The data exfiltration threat of connected devices

Businesses are already battling to try and keep up in the fight against well-resourced and sophisticated cybercrime attacks. One of the growing and evolving threats in this security landscape is data exfiltration.

What is data exfiltration? At a basic level it is essentially data loss or data theft but it is more nuanced than that. Data exfiltration attacks can be carried out externally or by malicious insiders and the aim in both cases is usually to copy and transfer sensitive data from inside an organisation without detection.

That’s why we are seeing a growth in advanced persistent threats (APTs) where criminals will quietly hide on a corporate network waiting for the opportunity to steal information, something they might do over a long period of time without being detected. Those data exfiltration techniques used by attackers include compressing data and disassembling it into small undetectable chunks.

But there is another growing data exfiltration threat that many organisations are unaware of and unprepared for. This threat centres on ‘smart’ sensors and devices and the whole Internet of Things (IoT) ecosystem. While these smart devices can revolutionise supply chains and enable huge efficiency savings, among other benefits, they also introduce a significant security risk. The reason is that many of these devices have never been designed to be connected directly to the internet and don’t have enterprise-grade security built into them.

Let’s take an example of a cold drinks vending machine in a staff canteen. Many of these are now IP-enabled and can send an email to their supplier when they need restocking or repairing. As an attacker I could potentially use this vending machine as a jump base to exfiltrate sensitive data as an email attachment out of the organisation without detection. And that’s not in the realms of fantasy. Just last year a botnet was discovered that included internet-connected appliances such as fridges to send out spam emails.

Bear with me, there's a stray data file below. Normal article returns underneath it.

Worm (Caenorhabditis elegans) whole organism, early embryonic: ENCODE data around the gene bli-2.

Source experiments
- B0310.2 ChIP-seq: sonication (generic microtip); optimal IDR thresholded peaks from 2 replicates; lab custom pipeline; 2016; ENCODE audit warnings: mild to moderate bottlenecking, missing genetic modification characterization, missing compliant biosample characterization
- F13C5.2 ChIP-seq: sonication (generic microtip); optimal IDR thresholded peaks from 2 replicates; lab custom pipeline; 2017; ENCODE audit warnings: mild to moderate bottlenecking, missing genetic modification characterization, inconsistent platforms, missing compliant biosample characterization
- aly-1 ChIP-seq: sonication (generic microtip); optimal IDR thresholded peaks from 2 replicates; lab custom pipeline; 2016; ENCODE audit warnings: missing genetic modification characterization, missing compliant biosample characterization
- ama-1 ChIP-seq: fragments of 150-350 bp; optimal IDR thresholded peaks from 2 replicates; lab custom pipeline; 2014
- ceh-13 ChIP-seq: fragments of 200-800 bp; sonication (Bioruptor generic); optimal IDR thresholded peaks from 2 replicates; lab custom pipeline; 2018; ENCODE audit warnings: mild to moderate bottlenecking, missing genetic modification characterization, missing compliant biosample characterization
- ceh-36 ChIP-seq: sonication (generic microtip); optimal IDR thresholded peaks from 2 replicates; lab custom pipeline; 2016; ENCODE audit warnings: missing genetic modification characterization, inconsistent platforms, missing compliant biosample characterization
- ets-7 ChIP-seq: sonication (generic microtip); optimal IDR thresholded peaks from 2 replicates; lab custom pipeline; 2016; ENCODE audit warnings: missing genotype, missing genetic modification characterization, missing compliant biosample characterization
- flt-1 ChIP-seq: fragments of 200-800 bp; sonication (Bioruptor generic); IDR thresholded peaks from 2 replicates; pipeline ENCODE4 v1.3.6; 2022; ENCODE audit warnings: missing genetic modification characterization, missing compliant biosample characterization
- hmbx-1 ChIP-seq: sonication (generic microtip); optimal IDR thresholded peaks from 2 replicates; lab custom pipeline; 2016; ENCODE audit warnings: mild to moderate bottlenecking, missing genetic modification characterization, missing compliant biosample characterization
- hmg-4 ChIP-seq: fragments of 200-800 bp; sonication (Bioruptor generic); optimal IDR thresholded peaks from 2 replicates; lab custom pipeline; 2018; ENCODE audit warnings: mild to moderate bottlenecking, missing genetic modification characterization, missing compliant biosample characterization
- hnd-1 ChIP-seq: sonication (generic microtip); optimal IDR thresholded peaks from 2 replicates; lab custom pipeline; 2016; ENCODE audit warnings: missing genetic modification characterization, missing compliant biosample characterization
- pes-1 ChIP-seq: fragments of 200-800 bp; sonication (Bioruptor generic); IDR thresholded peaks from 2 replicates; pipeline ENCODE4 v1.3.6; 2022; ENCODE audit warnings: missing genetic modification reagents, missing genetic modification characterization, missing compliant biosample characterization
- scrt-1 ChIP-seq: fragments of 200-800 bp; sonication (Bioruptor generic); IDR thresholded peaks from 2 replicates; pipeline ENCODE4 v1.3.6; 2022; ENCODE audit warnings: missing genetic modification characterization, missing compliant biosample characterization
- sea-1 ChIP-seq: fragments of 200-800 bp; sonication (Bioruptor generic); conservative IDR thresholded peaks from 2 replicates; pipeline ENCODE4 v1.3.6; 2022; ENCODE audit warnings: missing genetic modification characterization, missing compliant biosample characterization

The software for this new wave of smart devices and appliances typically uses old technology. An IP address and network connectivity means they can be added onto the regular corporate network. With a basic operating system there is often no possibility to patch or do software updates to these devices. Yet, worryingly, they are still functional and can be hijacked by an attacker.

We are seeing these kinds of connected devices starting to appear all over an organisation, for functions such as building and facilities management – think lighting, heating and entry systems. Every device in this kind of connected building management setup has intelligence – such as email or a web service that can potentially be used by an attacker to store or exfiltrate data.

It’s also not just about data being stolen for its own intellectual property and value. In some cases the data is useful for planning a physical attack. If a criminal hacks the CCTV pictures from your environment they could be used to work out when the building is empty. Or telemetry data from the facilities management system could also reveal when the cleaners have finished at night and there is no movement in the building.

The crux of the problem with these connected devices and the growing IoT infrastructure is that there is no visibility for organisations when it comes to security. Most of these simple IP-enabled devices and sensors don’t have log files and don’t create the traditional ‘indicators of compromise’ that can raise an alert about suspicious activity. Organisations risk flying blind as they connect more and more devices to their network.

How can enterprises tackle these data exfiltration threats as their infrastructure becomes more connected than ever before?

Increasingly data loss prevention (DLP) software is being used to tackle this but I would argue that the starting point is encryption. If you don’t encrypt sensitive data on an employee’s laptop, for example, then DLP software makes no sense. It’s not just laptops but also internal servers as well.

Sometimes it is not possible to implement DLP on some of these basic connected devices. In those cases one tactic is two-layer authentication control for applications, which can freeze a system to a specific state, meaning no malware can be executed and no other process can take data.

On top of that or in parallel organisations can use a gateway solution – a device physically connected between a network and the device itself, where you are able to monitor the type of data going out.

It’s about a combination of a DLP solution at the endpoint and hardened application or gateway control software to monitor applications and data, and prevent exfiltration.

Over the next decade we will have, by a factor of 10, more IP addresses and things connected to the internet than we have humans on the planet. This is one of the biggest challenges facing security and it requires a different approach to traditional enterprise ‘office’ security.

To find out more about data exfiltration, read our report Grand Theft Data 

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